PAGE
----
Where desert landscapes meet celebrated architecture
Palm Springs has a colourful past, with the city centre dating back to the 1880s.
Travel back in time at the McCallum Adobe and historical neighbourhood tours, or walk nature’s ancient path at the Indian Canyons.
The city centre of Palm Springs dates back to the 1880s. Judge John Guthrie McCallum was the first non-Indian permanent settler in Palm Springs. “He arrived here with his wife and five children in 1884, and purchased a large portion of land which is now the heart of the city,” said Jeri Vogelsang, the director of the Palm Springs Historical Society. He divided and sold the land, and built his well-known adobe home.
“It still stands today as the oldest building in Palm Springs.” The McCallum Adobe is now open to the public as a museum. Tours run from October through May.
The McCallum Adobe is a great stop for visitors looking to gain a general knowledge of the city’s recent history of settlers. “The McCallum Adobe has many aspects of the city’s history portrayed in exhibits that change each season,” said Vogelsang. Historic photographs provide a glimpse back in time; letters and paintings created by the earliest pioneers in the city complement the original photographs. “We also have a film that tells the history of Palm Springs that runs continuously.” The McCallum Adobe acts as a starting place for visiting history buffs to soak in eras past.
While the McCallum Adobe is the star of the show, Palm Springs is rich with historical architecture and artifacts. In fact, the building right next door continues the time travel which the adobe house provides.
The Historical Society also maintains the neighbouring Cornelia White House. This building was built in 1893—it is the second oldest in Palm Springs. “It is also open for touring and is furnished as a pioneer home at the turn of the 20 th century,” said Vogelsang.
Moving away from the McCallum Adobe and the Cornelia House, the Palm Springs Historical Society showcases other historical neighbourhoods in the city. “My favourite feature is the Historical Society’s historical walking tours,” Vogelsang said. “Seven different tours take visitors through the historical neighbourhoods of Palm Springs.” Tours include Frank Sinatra’s Neighbourhood: The Movie Colony; Stars and Star-chitects; Inns, Architecture and Glamour; and the Celebrity Haven that is the Tennis Club Neighbourhood. Especially in the winter months, visitors may even spot a celebrity roaming around town.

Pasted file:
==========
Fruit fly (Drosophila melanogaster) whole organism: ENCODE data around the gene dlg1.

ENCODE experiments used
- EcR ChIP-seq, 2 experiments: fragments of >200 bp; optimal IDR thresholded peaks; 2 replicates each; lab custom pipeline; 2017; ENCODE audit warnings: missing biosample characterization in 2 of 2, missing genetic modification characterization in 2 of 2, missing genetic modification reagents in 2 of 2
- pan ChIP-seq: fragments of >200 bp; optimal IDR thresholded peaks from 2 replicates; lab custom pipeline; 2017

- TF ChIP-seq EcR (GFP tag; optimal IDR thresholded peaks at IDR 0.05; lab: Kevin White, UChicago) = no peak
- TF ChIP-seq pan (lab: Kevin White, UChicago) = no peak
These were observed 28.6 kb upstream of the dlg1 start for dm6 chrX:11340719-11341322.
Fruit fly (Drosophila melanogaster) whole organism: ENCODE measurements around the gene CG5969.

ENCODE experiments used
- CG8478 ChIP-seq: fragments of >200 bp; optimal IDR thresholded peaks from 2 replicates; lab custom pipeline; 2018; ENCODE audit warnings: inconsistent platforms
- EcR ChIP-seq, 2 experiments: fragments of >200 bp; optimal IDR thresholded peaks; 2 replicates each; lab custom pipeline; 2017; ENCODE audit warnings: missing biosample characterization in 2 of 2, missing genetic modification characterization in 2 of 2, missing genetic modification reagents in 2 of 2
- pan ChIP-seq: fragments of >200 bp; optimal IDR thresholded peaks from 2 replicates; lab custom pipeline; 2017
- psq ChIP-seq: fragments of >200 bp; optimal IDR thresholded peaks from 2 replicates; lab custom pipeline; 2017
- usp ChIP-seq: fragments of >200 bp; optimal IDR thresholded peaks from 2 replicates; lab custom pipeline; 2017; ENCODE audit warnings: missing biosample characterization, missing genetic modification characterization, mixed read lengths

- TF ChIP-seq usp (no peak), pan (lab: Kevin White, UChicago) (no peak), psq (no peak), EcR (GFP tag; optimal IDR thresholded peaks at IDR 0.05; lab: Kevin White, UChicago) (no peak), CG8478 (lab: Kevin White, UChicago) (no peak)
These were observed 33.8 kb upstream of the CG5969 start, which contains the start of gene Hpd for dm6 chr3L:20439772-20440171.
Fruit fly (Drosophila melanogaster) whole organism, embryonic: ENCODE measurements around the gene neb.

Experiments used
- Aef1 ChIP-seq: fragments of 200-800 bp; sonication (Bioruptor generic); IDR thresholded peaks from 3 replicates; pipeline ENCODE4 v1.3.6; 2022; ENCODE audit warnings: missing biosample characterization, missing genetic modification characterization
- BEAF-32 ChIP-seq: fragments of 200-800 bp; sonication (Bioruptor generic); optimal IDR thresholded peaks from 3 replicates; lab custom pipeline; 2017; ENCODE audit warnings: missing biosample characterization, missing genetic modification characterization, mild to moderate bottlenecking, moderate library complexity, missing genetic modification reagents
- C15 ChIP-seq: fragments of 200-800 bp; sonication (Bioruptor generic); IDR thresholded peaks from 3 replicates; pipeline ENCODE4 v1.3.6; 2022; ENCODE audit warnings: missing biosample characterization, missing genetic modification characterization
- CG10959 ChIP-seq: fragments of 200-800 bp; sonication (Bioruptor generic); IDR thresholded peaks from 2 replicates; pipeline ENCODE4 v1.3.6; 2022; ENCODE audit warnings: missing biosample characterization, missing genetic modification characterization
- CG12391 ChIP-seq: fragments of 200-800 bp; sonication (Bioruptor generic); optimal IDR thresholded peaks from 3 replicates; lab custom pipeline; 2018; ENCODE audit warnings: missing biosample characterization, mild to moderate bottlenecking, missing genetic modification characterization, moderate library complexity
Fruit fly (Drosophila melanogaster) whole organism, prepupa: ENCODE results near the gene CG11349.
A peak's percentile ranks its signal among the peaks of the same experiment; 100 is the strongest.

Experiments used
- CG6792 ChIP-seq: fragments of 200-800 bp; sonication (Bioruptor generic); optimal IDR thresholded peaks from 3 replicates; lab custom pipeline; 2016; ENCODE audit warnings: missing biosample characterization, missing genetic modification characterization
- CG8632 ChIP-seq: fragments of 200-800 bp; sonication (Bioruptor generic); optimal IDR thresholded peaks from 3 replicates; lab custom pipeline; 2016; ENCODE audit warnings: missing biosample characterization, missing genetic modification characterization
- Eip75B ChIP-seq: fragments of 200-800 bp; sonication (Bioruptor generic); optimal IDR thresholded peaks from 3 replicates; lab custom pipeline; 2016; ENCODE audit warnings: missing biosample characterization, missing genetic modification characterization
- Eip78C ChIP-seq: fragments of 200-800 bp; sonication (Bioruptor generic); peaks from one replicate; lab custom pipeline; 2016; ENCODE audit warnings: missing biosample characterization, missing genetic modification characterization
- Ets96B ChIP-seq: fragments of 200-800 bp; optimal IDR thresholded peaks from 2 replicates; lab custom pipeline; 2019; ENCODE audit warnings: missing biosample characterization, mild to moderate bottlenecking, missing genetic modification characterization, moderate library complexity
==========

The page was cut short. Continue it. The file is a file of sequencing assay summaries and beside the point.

The Indian Canyons
Just outside of town, before Judge McCallum and his family found Palm Springs, the Agua Caliente Band of Cahuilla Indians were the hunters and gatherers of the area. Their livelihood thrived around the Indian Canyons. “This is my number one recommendation for visitors to Palm Springs,” said Vogelsang.
“It lets people see what this beautiful valley was like before civilization encroached.” Beautiful is an understatement for where California fan palms meet desert landscapes.
Unfortunately, the Cahuilla band that lived in this area all but disappeared after a smallpox epidemic spread in 1863. Shortly afterwards, Judge McCallum built his adobe house. However, the Indian Canyons that gave life to the earliest population remain a must-see sight when travelling to Palm Springs, California, only minutes from town.
Now, hiking trails run through the desert and fan palm forest giving visitors a taste of what life in Palm Springs was like before settlers arrived. Rock formations and ridges add layers of ancient history to each hike. The canyons are an oasis in the middle of the desert—especially Palm and Tahquitz Canyons which house a stream and a waterfall. Murray Canyon is a little more secluded, but the perfect place to spot rare birds. Andreas Canyon has huge overgrowths of greens rooted into the rocky ground. Whichever canyon visitors choose to hike, they are promised a combination of sights unlike anywhere else in the world.
Each February, Modernism Week takes over the city. “There are literally hundreds of events from lectures, to exhibits, home shows, home tours, bus tours, cocktail parties and more to celebrate and inform about our rich architectural heritage from adobe to Spanish Colonial to Midcentury Modern,” Vogelsang said. The goal of Modernism Week is to appreciate the mid-century architecture that is present in the city, and encourage further education about the city’s past.
Events are priced separately, but many events are free. Tickets can be purchased online at www.modernismweek.com.